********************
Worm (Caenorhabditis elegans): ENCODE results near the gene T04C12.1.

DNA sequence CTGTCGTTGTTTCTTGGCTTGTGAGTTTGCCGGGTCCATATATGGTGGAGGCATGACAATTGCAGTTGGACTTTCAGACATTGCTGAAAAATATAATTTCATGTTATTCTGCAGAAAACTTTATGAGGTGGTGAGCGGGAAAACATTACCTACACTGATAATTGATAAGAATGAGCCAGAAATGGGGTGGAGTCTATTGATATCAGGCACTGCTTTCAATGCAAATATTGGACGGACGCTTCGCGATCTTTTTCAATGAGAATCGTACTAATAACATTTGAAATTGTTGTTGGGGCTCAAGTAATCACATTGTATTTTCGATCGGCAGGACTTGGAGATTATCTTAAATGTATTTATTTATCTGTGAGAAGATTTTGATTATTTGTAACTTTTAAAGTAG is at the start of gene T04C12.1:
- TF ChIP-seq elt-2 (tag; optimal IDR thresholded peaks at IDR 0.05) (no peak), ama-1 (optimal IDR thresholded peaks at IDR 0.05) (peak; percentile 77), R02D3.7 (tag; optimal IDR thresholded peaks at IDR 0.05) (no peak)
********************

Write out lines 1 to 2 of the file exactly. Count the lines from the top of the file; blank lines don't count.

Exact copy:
Worm (Caenorhabditis elegans): ENCODE results near the gene T04C12.1.

DNA sequence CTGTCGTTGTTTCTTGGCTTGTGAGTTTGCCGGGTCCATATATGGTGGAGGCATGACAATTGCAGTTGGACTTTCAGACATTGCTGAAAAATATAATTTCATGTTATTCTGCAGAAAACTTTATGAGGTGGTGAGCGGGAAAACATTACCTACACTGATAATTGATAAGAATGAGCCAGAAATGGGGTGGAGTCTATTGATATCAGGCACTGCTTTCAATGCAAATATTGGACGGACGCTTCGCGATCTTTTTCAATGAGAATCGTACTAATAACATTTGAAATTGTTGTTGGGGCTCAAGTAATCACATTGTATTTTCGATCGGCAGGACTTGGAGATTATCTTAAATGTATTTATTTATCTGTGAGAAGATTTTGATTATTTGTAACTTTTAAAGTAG is at the start of gene T04C12.1: